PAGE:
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Editor’s note: This story originally appeared in Oak Park’s Wednesday Journal and is reprinted with permission from its editor Dan Haley. Thank you Mr. Haley. We walk this walk together as nonprofit organizations working to produce interesting and compelling community news.

The Northwestern University womens softball team had a remarkable season this year, winning the Big 10 Conference championship with a 45-13 record and advancing to the College World Series in Oklahoma City for the first time since 2007.

A key figure in the Wildcats’ performance was shortstop Maeve Nelson, a 2018 graduate of Oak Park and River Forest High School. Nelson batted .279 with 12 home runs and 42 RBI, with an on-base percentage of .422 and a slugging percentage of .570.

Maeve Nelson of Northwestern University’s softball team connects during a game this season. Credit: Northwestern Athletics

In a phone interview, Nelson said she believed Northwestern’s cohesive chemistry was vital to the team’s success.

“The biggest thing about our team was that we enjoyed being around each other and playing together,” she said. “With a lot of teams, the biggest thing that keeps them back is a lack of camaraderie. I don’t think I realized that until this year because of how special this team was. We were all truly best friends, and we played as a unit.”

Nelson singles against the University of Oklahoma June 2 in a College World Series game in Oklahoma City. Credit: Northwestern Athletics

This was manifested in perhaps one of Northwestern’s biggest wins this spring. The Wildcats rallied in mid-February in Clearwater, Fla., for a dramatic 6-4 extra-inning victory against UCLA, a perennial Top 10 program.

Nelson ended things with a walk-off three-run homer against UCLA ace Megan Faraimo, one of the nation’s top pitchers. 

“What made it great was coming to home plate and seeing how happy my teammates were for me,” she said. “Everyone wanted everyone to do well, and the UCLA game was a team effort. It was important because it showed us we can hang with anyone if we work at it, and it set the standard and expectations for the season.”

Nelson had a few other highlights this spring. She hit two homers and drove in eight runs in a 10-2 Northwestern victory over visiting Purdue on April 17. And she went 3-for-4 with a go-ahead RBI single at Arizona State on May 29 as the Wildcats rallied from a 5-0 deficit to defeat the Sun Devils 8-6 in an NCAA super regional, allowing Northwestern to advance to the College World Series.

Maeve Nelson. Credit: Northwestern Athletics

Retired Oak Park and River Forest coach Mel Kolbusz attended Nelson’s game against Notre Dame this spring. “I learned a lot of leadership skills from Mel and I appreciate how much he valued my opinion,” Nelson said. “It gave me a good stepping stone to come into Northwestern and become part of the leadership. Mel and I had a mutual respect and understanding of each other and for the game.”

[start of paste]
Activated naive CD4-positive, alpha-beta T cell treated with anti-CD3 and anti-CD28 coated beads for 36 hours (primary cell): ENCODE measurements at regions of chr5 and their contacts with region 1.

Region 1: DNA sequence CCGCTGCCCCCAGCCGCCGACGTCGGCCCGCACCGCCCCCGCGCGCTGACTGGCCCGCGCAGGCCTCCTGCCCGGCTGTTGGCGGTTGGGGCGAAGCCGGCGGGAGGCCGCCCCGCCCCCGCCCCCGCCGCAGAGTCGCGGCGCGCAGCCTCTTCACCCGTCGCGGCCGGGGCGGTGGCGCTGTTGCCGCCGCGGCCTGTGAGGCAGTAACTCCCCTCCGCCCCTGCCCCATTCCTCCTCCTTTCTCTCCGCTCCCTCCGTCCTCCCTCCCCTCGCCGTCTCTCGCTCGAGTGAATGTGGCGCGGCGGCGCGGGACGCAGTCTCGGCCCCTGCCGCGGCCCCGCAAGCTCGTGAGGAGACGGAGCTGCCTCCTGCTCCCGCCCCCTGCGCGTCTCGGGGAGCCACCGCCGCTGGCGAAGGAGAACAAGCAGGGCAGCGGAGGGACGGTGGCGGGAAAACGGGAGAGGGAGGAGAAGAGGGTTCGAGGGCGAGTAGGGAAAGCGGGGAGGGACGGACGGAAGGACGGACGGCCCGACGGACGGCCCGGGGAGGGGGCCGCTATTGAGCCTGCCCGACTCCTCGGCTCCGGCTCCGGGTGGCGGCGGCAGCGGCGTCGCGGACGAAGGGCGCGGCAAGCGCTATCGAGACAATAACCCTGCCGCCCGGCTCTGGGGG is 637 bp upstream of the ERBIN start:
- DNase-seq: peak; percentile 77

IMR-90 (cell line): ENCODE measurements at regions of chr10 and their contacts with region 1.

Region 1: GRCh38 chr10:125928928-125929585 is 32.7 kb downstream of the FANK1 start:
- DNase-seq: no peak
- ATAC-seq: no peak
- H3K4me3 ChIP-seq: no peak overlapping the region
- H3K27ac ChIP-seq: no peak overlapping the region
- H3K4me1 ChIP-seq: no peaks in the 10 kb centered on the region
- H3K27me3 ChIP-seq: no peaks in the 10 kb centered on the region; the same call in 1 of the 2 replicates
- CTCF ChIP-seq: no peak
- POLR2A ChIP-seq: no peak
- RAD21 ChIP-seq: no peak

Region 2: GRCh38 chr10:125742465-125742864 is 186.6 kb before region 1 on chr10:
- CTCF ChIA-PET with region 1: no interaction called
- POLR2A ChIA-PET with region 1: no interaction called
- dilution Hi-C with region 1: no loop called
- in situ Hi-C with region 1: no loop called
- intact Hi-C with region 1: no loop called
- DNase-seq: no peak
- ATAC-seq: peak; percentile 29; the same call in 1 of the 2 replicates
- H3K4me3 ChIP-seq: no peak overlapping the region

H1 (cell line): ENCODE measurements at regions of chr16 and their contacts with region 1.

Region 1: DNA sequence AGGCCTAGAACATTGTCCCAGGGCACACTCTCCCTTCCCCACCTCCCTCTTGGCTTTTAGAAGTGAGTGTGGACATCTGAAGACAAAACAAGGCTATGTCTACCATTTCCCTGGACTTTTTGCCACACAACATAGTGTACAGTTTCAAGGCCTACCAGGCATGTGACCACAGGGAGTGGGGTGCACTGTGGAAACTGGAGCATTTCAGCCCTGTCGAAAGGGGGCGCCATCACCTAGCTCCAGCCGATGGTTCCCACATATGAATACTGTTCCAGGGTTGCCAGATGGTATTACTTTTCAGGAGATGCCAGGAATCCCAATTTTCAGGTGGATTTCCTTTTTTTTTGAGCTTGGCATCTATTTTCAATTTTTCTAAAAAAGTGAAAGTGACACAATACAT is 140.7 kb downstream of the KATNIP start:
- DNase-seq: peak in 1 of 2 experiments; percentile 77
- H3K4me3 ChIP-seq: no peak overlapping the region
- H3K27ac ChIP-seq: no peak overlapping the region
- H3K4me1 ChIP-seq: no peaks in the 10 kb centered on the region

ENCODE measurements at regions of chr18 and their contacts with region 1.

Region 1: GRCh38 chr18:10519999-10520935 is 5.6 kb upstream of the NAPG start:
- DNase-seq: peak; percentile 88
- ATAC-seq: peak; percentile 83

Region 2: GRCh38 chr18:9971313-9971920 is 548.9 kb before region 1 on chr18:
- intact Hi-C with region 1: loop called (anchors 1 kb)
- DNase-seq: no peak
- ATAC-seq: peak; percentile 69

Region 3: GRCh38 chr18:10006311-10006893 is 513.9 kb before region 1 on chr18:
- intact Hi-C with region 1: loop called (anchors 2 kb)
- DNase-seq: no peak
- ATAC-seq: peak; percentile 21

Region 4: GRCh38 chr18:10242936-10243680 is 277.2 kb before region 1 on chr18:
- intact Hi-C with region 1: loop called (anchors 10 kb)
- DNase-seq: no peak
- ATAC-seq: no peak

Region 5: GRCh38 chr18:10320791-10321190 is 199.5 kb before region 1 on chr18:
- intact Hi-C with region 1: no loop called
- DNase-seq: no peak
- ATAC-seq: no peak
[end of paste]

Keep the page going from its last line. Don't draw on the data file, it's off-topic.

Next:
This season was the third time in program history Northwestern qualified for the College World Series (2006 and 2007 were the others). Although the Wildcats were eliminated early, losing to eventual national champion Oklahoma and UCLA, Nelson enjoyed living out an experience she had dreamed of.

“It was surreal,” she said. “You dream about that growing up, and it’s really weird seeing it come to fruition. As a kid, it’s something that’s so far-fetched and you never really think you’re going to get there. But then you’re there as a 22-year-old and you’re like, ‘I belong here, I deserve to be here.’ It shows the growth you make as a player and a person, and it was really cool sharing it with my best friends. It’s what you work for in your career; you’re seeing your work come full circle.”

The NCAA granted student-athletes an extra year of eligibility after the 2020 season was canceled. Nelson plans to come back next year for a fifth season and says Northwestern has one thing in mind – a return to Oklahoma City with a different outcome in mind.

“Now that we’ve been there, it’s going to be hard not to expect a return,” she said. “Myself and four other seniors are returning, and I think that’s cool because we’re not returning just to be returning; we’re returning because we want to go back to the World Series and win it.”

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  1. I watched their first game. Even though they were eliminated, it was exciting to see their play.